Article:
When it comes to the Ohio State defensive line, there’s something in the water.
Ohio State has had to do a lot of reloading at the defensive line in recent years. Elite rushers like Joey Bosa and Nick Bosa have left their mark on the program and should have left huge holes to fill if it weren’t for the Buckeyes’ uncanny ability to replace them.
Defensive line coach Larry Johnson has the daunting task of replacing Chase Young on the edge. Just like how the offense has to replace J.K. Dobbins‘ production, the defensive line is in a similar situation.
There is going to be a lot of youth on the Ohio State defensive line in 2020. But that’s never been a problem for Johnson in the past. Fortunately, the defensive line has always rotated regularly, so while most young players didn’t start they still got some valuable experience.
But with three of four starters headed pro, the line will be full of fresh faces.
Ohio State Defensive Line Breakdown
Experience isn’t the only thing that matters. Young and the Bosa brothers each got significant playing time in their first few seasons as Buckeyes. Will the next elite Ohio State edge rusher be a talented underclassman?
Obviously, the defensive end with the most snaps last season was Young. True freshman Zach Harrison had the second-most and is poised for a promising 2020. Now a sophomore, 6’6”, 265 lb Harrison has the raw talent to be able to replace Young. In 2019, he showed flashes of technique, strength, and pure athleticism. The only worry about Harrison is that he was given a lot of favorable looks playing opposite Young. When he is the featured edge rusher, he won’t get so many opportunities to be one-on-one against opposing tackles, and won’t have as many tight ends or running backs blocking him.
The most experienced returning player will be fifth-year senior Jonathon Cooper. Because of an ankle injury, he took a redshirt last season to extend his eligibility. He has 37 games of experience, which is more than most of the other defensive ends combined.
Tyreke Smith will join Cooper as one of the few upperclassmen on the defensive line. The junior was a regular in the rotation last year, so he and Cooper will be the experienced leaders.
The more interesting depth pieces on the end are junior Tyler Friday, redshirt sophomore Javontae Jean-Baptiste, and redshirt freshman Noah Potter. Friday and Jean-Baptiste also rotated in last year, and probably start at many other programs in the country. Potter, brother of former Ohio State Basketball play Micah Potter, is a four-star recruit and at 6’6”, 275 lbs, is a physical presence on the line.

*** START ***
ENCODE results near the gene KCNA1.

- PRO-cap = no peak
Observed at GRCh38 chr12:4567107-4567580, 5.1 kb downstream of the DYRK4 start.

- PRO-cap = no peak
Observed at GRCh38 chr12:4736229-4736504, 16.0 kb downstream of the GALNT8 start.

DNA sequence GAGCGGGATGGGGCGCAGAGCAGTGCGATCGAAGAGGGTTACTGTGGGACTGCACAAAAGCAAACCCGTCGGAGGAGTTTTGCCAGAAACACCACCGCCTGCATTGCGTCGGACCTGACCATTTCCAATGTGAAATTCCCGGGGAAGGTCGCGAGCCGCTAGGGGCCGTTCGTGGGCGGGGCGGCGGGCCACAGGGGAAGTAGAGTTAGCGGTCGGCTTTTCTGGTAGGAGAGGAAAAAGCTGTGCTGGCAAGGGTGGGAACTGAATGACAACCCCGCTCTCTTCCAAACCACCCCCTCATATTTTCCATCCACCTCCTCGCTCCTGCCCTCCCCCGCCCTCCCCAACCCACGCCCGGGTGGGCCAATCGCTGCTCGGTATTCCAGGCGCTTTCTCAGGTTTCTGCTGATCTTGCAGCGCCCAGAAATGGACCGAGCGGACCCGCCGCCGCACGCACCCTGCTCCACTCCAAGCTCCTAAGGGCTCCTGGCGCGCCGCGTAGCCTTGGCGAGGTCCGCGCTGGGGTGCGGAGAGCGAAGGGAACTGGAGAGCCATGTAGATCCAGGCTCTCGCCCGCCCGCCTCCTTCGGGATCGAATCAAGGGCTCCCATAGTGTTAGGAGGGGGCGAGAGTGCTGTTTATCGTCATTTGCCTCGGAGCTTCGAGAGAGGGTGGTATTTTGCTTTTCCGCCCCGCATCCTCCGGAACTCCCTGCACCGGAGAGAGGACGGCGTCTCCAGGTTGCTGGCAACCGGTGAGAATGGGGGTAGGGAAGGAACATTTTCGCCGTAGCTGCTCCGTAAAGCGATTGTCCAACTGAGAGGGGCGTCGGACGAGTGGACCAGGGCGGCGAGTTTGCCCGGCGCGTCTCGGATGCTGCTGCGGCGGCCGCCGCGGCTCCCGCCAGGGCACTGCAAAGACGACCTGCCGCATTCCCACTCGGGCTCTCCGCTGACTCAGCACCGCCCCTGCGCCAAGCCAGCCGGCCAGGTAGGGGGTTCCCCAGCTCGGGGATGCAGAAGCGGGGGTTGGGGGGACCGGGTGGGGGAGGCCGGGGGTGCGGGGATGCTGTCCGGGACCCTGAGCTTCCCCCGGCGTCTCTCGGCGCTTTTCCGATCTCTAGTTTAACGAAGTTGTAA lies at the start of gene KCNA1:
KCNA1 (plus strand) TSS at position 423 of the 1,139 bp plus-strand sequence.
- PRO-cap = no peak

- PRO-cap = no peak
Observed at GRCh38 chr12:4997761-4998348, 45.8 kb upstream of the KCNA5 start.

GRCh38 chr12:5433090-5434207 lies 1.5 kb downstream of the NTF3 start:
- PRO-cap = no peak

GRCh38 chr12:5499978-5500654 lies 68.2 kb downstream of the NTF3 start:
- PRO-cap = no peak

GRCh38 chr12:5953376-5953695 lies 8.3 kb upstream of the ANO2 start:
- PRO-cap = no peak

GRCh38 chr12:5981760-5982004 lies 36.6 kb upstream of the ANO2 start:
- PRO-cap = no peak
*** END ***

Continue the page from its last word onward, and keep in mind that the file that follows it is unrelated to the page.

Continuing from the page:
The biggest losses were to the interior of the line, but there is still plenty of experience there.
Seniors Haskell Garrett and Antwuan Jackson will be the most experienced players on the inside. Garrett has 33 games of experience as a Buckeye, and Jackson is a JUCO transfer who initially enrolled at Auburn.
Another candidate to be the next man up at defensive tackle will be Tommy Togiai. He was a highly sought after recruit but had to sit behind Hamilton for his first two years. Whether he is a “starter” or not, he will cycle in enough to have a huge impact on the game.
The interior is top-heavy with upperclassmen, so younger players like Jaden McKenzie, Brett Novick, Taron Vincent, and Jacolbe Cowan will spend a lot of time on the bench. But the way that Ohio State rotates the defensive line, they will get chances to develop and try to win more snaps.
Somewhere in Between
It’s not unusual for players to show up to college and change positions. This defensive line has a couple of players who will move around.
The first is Darrion Henry-Young. He’s an incoming freshman who 247sports.com ranked the number two player in Ohio. Henry-Young is played as a defensive tackle in high school, though he’s listed as “DL” on the teams’ website. Because of his taller and leaner frame at 6’4”, 275 lbs, he might make the move to defensive end.
The other player changing positions will be making a more extreme change, switching sides of the ball. Cormontae Hamilton came in as a tight end, but is now listed as “DL.” Hamilton is 6’2”, 265 lbs, so is short for a tight end. Ryan Day talked about moving him to either end or tackle. Tight ends who move to defense typically play end, but his dimensions might make him more of a tackle.